UAlbany MagazineUniversity at Albany

Frankie Bailey, M.A.’79, Ph.D.’86

By Carol Olechowski

Frankie Y. Bailey is a woman of mystery – and non-fiction, too.

Bailey, creator of the popular Lizzie Stuart mystery series (The Overmountain Press), grew up in Danville, Va., and studied psychology and English at Virginia Tech. When her adviser suggested she pursue advanced study in criminal justice, Bailey asked, “What is criminal justice?” The adviser explained, then added, “‘The place to go for criminal justice is SUNY Albany.’ It was the only place I applied.”

As is the case with her mystery novels, a few twists and turns lay ahead. Bailey applied late for admission, missing out on a fellowship. While waiting to enroll, “I worked in a department store, spent all my money on a two-week trip to Europe and joined the U.S. Army.” She began her studies while on leave.

Bailey admits to being “a little intimidated when I heard about the ‘2C’ rule – two C’s and you’re in trouble. But John Morgan, the assistant dean, greeted my parents and me, gave us a terrific tour and welcomed me to the school.”

At UAlbany, Bailey wondered how she would put her degree to good use. “Here, most Ph.D. students teach,” she says, noting that she was very shy as a child. By casting herself as “an actor on a stage, interacting with the audience,” she overcame her shyness and began to enjoy teaching.

Bailey later taught at Kentucky State University; she also served as acting assistant vice president for Academic Affairs for a year but didn’t care for administrative work. When David Duffee, then dean of UAlbany’s School of Criminal Justice, invited her to apply for a three-year visiting professorship, “I jumped at the chance to get back into research and teaching.” Now an associate professor of criminal justice, Bailey teaches at both the undergraduate and graduate levels. “My broad area of research is crime and American culture, including mass media/popular culture, and crime history,” she notes.

Asked if Lizzie Stuart is based on her own life and experiences, Bailey emphatically shakes her head. Like her creator, Lizzie is a UAlbany graduate, but the fictional crime historian and her lover, former homicide detective Quinn, have taken on lives of their own. Raised by her grandparents in Kentucky, Lizzie spent the first four novels in the series seeking the truth about her mother but has yet to learn her father’s identity. The fifth, 40 Acres and a Soggy Grave, is set for publication in 2011. Bailey is also researching Albany history and architecture for a new mystery series set in New York’s capital “about 10 years in the future.”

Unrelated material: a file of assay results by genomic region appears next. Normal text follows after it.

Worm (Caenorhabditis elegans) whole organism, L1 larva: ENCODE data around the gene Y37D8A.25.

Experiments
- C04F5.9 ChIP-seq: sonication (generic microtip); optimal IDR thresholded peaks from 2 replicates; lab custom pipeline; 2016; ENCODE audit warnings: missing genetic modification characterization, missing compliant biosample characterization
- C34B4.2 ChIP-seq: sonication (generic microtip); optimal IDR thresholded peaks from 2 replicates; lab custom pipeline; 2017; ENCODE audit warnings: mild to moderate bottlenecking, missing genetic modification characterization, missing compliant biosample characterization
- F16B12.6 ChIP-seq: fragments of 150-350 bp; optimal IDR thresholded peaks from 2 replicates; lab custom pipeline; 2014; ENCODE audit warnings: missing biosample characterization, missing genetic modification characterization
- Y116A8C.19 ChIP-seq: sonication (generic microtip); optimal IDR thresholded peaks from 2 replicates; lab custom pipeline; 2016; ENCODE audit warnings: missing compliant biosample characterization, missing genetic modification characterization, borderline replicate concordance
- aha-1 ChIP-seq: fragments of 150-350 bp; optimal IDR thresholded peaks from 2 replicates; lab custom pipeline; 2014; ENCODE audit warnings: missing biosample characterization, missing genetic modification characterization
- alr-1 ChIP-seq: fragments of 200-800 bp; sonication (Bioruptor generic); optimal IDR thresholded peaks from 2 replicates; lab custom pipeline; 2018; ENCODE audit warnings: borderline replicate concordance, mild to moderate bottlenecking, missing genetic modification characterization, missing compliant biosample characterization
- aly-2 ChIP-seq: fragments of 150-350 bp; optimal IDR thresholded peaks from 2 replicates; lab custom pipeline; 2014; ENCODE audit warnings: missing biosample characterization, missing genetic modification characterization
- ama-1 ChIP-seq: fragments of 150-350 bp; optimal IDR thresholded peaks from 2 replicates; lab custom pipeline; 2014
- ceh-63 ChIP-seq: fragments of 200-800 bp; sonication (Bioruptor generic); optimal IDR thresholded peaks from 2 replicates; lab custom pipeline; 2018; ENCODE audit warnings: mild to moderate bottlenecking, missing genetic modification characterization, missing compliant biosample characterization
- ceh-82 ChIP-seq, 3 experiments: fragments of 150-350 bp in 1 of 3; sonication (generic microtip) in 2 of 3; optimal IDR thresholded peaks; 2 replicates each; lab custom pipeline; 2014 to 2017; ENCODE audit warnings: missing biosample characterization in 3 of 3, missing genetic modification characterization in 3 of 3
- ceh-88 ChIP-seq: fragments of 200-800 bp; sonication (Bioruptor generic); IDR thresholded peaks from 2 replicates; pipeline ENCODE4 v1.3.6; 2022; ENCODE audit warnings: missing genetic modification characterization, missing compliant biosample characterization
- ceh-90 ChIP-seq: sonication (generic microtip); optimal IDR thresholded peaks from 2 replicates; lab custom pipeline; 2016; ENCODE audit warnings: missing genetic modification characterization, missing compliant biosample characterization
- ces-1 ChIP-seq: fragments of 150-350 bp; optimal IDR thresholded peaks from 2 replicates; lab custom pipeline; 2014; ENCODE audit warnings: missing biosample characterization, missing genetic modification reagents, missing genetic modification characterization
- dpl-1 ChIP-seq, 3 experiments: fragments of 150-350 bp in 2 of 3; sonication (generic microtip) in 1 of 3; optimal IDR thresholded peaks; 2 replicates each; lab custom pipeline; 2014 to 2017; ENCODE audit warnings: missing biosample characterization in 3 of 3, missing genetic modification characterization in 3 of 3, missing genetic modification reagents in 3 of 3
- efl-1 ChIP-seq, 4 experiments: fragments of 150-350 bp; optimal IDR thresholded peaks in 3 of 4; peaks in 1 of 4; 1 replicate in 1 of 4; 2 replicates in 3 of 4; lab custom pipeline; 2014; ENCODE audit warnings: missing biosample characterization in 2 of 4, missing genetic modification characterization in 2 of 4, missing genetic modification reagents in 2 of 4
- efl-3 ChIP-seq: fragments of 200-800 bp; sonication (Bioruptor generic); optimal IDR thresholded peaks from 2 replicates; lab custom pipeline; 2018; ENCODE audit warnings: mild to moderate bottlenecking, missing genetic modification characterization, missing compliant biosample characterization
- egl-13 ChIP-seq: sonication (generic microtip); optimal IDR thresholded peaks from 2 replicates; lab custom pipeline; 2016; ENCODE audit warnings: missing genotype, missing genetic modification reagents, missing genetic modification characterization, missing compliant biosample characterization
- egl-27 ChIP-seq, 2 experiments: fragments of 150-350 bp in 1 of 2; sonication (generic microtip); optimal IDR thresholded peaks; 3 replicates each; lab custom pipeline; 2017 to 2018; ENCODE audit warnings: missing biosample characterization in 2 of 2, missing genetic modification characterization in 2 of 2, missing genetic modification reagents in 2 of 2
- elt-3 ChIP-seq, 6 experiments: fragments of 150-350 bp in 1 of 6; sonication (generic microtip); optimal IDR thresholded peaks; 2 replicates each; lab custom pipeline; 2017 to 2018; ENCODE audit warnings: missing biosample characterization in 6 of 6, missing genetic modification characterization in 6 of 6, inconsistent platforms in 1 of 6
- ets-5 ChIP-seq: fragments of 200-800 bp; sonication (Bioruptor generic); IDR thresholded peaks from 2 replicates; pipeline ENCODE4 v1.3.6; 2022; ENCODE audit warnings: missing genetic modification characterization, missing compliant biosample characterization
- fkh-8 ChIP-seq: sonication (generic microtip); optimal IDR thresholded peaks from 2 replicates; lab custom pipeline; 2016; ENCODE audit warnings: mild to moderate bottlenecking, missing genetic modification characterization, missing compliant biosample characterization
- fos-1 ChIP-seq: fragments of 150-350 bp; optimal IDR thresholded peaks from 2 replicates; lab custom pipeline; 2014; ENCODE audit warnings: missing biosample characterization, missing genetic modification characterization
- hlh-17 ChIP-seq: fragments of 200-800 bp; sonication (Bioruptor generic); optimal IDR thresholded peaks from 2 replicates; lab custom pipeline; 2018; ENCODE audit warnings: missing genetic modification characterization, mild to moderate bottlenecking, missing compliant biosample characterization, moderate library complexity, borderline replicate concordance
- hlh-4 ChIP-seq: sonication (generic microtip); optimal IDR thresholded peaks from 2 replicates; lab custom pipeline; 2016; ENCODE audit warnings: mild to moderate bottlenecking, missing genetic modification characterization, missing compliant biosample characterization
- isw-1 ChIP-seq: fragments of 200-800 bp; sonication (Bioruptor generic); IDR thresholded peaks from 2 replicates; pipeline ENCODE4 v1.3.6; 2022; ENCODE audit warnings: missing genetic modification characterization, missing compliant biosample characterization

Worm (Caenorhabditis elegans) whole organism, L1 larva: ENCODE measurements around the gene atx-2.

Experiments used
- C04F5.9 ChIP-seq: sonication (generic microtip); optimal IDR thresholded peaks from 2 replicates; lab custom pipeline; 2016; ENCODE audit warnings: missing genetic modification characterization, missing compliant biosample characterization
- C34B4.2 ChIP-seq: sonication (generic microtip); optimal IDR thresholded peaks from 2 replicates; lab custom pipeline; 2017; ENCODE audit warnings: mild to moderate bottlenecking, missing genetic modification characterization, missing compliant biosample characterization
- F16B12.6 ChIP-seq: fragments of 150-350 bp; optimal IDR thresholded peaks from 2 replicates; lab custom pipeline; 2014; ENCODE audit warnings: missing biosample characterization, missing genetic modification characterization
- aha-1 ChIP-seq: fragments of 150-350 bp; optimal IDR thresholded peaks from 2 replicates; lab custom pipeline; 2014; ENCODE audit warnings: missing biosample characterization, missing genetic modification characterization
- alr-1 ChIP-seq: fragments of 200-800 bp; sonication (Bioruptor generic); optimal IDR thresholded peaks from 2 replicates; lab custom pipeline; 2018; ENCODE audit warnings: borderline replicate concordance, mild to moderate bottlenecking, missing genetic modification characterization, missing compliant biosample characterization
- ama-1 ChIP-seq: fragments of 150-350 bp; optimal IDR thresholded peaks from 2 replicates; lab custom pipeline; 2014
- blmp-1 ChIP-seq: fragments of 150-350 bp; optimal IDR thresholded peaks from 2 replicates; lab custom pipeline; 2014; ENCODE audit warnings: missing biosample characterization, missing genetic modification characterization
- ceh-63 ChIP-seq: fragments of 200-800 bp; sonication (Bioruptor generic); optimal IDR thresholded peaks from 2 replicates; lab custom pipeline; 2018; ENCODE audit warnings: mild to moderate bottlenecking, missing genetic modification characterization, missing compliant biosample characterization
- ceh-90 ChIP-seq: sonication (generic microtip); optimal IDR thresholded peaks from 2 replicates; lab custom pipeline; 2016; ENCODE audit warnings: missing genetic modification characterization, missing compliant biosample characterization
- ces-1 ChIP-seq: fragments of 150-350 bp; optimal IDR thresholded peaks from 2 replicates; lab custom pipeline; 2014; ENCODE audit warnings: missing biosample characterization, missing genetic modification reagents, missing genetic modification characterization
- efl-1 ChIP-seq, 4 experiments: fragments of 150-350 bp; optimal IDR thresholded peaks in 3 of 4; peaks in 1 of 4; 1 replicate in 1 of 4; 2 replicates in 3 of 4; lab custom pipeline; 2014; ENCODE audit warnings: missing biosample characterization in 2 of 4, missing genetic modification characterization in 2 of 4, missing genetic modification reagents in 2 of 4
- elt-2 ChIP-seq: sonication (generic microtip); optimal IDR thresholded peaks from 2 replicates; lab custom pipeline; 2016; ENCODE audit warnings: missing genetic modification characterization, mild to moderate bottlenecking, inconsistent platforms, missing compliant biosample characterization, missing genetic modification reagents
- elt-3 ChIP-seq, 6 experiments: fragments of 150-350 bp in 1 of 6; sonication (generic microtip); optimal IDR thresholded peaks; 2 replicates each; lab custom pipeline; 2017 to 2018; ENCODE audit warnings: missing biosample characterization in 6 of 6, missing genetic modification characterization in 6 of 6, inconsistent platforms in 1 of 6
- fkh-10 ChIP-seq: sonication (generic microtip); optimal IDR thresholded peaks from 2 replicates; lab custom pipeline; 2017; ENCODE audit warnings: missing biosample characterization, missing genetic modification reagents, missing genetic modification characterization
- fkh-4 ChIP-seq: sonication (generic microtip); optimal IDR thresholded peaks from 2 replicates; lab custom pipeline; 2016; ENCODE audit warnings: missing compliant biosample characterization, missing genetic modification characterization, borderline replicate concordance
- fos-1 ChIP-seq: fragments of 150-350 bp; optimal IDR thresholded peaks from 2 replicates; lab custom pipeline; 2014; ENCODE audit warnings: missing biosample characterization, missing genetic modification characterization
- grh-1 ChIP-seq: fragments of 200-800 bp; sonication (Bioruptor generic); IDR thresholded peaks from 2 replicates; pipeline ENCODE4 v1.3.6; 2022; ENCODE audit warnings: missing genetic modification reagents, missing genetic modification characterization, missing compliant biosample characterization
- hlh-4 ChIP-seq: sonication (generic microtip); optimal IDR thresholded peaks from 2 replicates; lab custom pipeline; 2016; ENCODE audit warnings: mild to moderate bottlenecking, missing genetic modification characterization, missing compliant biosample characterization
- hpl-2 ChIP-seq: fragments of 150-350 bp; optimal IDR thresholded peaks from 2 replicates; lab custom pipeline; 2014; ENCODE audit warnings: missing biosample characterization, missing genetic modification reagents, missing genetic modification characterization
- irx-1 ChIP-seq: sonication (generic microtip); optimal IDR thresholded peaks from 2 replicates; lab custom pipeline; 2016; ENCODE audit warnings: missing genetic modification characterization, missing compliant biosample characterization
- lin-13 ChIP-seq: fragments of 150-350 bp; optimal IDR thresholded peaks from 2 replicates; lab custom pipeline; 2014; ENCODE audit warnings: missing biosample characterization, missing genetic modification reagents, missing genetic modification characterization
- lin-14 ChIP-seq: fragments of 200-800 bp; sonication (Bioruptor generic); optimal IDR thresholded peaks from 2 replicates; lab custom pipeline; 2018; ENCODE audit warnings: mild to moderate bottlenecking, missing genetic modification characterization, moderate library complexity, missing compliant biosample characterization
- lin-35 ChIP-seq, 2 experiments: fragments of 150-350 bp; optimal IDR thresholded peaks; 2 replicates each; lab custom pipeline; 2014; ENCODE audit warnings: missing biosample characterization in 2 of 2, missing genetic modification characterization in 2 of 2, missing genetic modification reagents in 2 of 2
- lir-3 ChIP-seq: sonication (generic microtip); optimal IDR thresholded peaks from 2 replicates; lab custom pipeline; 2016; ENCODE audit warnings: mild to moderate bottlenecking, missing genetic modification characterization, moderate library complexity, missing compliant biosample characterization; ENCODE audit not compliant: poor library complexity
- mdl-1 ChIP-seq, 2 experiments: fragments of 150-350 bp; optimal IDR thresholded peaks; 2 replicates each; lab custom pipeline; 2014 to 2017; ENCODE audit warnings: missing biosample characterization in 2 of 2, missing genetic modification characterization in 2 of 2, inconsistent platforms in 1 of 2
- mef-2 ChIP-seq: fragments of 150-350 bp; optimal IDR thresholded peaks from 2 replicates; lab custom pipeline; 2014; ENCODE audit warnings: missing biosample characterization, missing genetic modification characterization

Bailey and her good friend Alice Green, B.A.’62; M.A.’67, ’79; M.S.W.’73; Ph.D.’83, are currently conducting research for a book about blacks in Albany. Green, executive director of the Center for Law and Justice in Albany, has collaborated with Bailey on several books, including Wicked Albany: Lawlessness and Liquor in the Prohibition Era (The History Press, 2009).

The World Within Reach

Patricia Giencke, M.S.’83, has written Portable C++, the first in-depth book on writing C++ code in a portable manner. This is a technical book of guidelines for C++ programmers to enable applications to run on different types of computers. Giencke was a co-founder of Wave Technologies, which focused on email and Web-based phone applications. She now concentrates on technical solutions for FDA clinical research. She helped start Phase Forward, which implemented the first internet-based data collection for drug trails. She recently co-founded PharmaVigilant, which offers integrated solutions to all areas of the clinical development process. Giencke was one of the early graduates of the computer science department at UAlbany.